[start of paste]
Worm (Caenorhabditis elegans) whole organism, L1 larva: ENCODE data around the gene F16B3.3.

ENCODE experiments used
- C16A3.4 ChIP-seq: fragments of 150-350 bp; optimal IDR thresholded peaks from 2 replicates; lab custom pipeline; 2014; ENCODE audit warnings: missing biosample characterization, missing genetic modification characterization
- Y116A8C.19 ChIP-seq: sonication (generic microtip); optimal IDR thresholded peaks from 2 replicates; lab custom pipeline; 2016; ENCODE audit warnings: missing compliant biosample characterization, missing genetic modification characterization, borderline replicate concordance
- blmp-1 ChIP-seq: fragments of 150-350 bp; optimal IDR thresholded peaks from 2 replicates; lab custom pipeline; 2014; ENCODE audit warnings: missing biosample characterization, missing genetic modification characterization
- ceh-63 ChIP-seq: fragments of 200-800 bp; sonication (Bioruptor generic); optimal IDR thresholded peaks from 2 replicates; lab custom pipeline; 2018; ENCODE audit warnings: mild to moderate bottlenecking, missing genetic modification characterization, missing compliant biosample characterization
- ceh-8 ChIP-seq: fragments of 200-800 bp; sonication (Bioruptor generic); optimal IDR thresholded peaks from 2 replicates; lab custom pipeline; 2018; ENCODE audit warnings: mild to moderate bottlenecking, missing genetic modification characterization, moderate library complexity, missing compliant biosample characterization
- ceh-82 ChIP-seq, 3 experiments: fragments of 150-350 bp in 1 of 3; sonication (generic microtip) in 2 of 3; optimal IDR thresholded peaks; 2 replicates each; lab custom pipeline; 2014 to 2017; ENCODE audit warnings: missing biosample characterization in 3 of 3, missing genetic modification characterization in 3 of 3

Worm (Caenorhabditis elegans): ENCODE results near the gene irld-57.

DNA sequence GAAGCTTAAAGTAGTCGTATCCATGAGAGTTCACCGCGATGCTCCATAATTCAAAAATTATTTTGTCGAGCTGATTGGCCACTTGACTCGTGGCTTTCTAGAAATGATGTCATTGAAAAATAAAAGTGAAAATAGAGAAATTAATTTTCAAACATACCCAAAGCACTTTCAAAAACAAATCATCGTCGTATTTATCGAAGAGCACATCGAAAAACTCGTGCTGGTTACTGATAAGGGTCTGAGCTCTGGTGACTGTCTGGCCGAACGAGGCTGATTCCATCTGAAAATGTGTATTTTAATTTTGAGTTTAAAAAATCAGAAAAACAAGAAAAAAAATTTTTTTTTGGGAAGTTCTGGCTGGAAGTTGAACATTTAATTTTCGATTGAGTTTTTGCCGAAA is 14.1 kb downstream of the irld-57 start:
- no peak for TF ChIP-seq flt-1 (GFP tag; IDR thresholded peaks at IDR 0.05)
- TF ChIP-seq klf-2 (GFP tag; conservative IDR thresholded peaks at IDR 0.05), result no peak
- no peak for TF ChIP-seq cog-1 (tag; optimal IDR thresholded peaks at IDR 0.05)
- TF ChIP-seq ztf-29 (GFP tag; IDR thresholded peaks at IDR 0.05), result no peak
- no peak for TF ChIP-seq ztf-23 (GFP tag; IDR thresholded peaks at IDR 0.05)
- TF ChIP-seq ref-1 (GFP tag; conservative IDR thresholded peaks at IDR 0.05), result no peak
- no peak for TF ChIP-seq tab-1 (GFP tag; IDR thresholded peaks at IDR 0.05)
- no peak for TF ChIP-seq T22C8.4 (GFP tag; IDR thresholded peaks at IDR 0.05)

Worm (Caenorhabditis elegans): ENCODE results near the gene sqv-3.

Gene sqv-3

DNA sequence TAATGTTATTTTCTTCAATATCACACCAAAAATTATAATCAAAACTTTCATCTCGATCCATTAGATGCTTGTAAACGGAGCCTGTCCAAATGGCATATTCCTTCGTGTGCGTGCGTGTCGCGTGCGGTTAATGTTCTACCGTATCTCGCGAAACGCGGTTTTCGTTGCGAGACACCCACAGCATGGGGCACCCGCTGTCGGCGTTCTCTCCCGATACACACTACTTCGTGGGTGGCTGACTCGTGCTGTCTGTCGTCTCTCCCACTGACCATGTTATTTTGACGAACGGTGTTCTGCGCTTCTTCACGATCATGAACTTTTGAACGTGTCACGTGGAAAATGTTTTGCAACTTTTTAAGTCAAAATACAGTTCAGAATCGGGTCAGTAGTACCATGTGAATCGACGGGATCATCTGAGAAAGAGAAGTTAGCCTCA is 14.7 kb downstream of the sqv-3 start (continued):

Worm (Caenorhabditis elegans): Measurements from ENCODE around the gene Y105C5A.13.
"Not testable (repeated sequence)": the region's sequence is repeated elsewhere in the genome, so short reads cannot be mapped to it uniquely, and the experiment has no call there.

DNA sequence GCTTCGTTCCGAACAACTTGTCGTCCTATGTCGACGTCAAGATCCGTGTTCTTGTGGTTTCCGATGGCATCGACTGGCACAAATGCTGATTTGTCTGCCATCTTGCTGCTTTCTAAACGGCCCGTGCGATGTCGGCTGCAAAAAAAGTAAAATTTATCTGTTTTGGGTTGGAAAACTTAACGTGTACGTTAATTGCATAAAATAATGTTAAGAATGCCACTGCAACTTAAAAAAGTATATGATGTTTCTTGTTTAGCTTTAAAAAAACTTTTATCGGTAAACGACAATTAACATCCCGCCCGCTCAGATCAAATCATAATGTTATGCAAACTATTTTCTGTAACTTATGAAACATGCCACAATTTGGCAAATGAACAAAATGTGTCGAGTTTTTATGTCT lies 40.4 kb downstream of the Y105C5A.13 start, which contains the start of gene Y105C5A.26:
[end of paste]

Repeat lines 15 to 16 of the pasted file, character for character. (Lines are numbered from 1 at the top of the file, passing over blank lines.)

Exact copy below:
- no peak for TF ChIP-seq ztf-23 (GFP tag; IDR thresholded peaks at IDR 0.05)
- TF ChIP-seq ref-1 (GFP tag; conservative IDR thresholded peaks at IDR 0.05), result no peak